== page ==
The story of the appearance of Jesus to the two disciples on the road to Emmaus in Luke 24:13-35 shows us how Jesus continues his ministry in the present age. happened, as you all know, on the evening of Easter Sunday. The two unnamed disciples had heard about the resurrection of Jesus, but did not understand the significance of what they had heard. When Jesus joined them on their journey, they did not at first recognise him. As far as they knew he was dead and gone from them. So Jesus made himself known to them in two stages. First, he preached himself to them from the Old Testament. Yet, even though their hearts burned with joy as he spoke, they still did not recognise him. Then, when they had invited him to stay overnight with them as their guest, he acted as if he was their host when they sat down for the evening meal. He took the bread, gave thanks, broke it, and gave it to them, just as he had done when he instituted his holy supper three nights earlier. They recognised him in the breaking of the bread, Luke’s term for Holy Communion (Luke 24:35; cf. Acts 2:42, 46; 20:7). As soon as they recognised him he vanished from their sight.
That story gives us the basic theology of worship in the Early Church. Each Sunday the risen Lord Jesus, who travels with us through life as our unseen guide, makes himself known to us in the divine service. This happens in two stages. First, Jesus uses the word of God from the Old Testament to preach himself as the crucified and risen Lord. Then he hosts a meal in which he feeds us with his own body and blood.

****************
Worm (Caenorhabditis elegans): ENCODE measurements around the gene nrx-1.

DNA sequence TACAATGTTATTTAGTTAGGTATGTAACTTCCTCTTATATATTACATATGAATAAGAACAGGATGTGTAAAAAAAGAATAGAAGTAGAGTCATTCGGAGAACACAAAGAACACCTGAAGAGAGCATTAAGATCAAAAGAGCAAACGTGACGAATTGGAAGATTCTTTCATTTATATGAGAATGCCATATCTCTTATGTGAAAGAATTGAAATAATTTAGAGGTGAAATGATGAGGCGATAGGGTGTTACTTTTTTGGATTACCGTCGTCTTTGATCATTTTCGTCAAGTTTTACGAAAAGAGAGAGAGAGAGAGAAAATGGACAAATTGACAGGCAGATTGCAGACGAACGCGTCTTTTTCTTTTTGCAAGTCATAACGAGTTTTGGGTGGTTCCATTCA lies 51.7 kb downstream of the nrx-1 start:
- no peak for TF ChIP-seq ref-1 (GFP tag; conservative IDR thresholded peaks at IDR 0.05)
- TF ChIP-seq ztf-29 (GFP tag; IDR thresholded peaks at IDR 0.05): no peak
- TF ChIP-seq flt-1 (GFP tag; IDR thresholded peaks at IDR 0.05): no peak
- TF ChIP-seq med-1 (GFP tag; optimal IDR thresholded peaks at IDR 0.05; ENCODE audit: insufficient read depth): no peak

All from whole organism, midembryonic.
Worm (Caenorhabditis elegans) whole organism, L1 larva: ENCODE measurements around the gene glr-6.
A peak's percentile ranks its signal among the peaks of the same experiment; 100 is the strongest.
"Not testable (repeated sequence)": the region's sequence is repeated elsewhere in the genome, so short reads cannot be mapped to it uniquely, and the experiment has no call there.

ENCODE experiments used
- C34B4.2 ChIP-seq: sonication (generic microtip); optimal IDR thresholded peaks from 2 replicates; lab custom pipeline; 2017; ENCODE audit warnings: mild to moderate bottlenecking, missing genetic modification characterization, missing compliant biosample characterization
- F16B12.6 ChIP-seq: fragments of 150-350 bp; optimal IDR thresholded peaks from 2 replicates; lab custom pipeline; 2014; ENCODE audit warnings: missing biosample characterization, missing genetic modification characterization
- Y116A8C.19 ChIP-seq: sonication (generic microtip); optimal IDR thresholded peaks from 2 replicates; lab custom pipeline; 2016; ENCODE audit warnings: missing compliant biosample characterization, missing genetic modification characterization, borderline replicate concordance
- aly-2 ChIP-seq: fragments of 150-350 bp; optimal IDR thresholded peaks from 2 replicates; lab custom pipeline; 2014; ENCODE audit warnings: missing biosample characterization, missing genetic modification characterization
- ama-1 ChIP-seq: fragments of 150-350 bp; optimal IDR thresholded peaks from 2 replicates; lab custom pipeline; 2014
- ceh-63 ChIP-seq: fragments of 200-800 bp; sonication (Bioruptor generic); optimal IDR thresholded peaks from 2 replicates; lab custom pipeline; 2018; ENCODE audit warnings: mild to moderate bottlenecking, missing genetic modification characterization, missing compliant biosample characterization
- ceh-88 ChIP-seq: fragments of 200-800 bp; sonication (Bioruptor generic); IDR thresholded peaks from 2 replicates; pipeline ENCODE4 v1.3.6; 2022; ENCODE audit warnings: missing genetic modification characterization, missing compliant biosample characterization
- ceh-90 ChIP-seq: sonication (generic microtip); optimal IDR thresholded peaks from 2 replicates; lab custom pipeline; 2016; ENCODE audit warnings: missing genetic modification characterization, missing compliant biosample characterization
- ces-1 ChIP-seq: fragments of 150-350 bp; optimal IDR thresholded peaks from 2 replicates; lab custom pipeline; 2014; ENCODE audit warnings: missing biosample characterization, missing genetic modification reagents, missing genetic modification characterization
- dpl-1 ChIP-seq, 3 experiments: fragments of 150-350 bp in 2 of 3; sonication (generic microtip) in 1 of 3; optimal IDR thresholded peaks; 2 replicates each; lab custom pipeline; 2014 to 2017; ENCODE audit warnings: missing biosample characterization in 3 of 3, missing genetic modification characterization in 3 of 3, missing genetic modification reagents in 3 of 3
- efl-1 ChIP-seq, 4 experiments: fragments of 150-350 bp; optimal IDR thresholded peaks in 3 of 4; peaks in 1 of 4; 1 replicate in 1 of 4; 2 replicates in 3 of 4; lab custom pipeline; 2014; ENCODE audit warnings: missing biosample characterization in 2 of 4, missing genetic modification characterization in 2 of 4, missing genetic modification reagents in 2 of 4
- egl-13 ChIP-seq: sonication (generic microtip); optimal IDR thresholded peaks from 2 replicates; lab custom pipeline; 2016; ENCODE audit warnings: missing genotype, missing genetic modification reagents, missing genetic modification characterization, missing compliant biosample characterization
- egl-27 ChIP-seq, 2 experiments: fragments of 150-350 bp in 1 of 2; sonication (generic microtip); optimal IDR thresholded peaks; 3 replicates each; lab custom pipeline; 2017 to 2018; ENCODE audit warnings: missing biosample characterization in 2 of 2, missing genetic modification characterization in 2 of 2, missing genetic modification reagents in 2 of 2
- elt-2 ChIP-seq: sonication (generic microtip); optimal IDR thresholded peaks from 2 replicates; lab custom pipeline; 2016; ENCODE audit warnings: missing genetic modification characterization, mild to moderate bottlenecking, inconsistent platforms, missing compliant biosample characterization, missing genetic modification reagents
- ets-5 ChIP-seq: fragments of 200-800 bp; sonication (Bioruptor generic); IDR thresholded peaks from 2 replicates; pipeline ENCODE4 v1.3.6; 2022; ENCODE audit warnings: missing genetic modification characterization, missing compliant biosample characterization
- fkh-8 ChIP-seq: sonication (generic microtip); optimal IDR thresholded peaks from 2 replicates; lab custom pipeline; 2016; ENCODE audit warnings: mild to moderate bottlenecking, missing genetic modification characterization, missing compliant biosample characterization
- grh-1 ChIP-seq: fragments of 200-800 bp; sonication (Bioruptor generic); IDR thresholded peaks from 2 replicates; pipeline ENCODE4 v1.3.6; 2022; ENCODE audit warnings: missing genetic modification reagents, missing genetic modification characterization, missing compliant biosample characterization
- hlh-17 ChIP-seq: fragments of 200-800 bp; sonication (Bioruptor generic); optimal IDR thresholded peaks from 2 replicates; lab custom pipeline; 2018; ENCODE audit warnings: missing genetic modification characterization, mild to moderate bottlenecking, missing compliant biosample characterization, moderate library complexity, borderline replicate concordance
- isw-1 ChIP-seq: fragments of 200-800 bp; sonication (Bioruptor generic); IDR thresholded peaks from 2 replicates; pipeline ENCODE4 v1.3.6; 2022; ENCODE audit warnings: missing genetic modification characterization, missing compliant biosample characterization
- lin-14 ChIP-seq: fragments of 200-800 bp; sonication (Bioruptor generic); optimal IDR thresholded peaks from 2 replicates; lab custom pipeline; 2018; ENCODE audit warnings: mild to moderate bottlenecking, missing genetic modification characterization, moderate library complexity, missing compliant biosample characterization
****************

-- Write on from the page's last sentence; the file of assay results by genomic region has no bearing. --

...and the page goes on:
We discover two things about preaching from this dramatic account. First, Jesus himself is the preacher in our congregations. He is also the sermon; he preaches himself to us in the divine service. By his word he speaks to us. We human preachers are merely his mouthpiece, his spokesmen. He says: “He who listens to you listens to me” (Luke 10:16). Second, the preaching of the gospel is closely connected with the Lord’s Supper. What Jesus tells us about himself he gives to us in Holy Communion. The same Jesus who preaches himself to us in the gospels and in the sermon gives himself and all his gifts to us there. There he presents the body and blood that he offered up for us by his death on the cross. So preaching goes hand in hand with the administration of the sacrament. By preaching of the gospel we tell our people what Jesus gives to them in Holy Communion; by offering Christ’s body and blood to them we give them what we have preached, Jesus and his gifts. In his Large Catechism Luther says: “For here in the sacrament you receive from Christ’s lips the forgiveness of sins, which contains and conveys God’s grace and Spirit with all his gifts” (LC 70).
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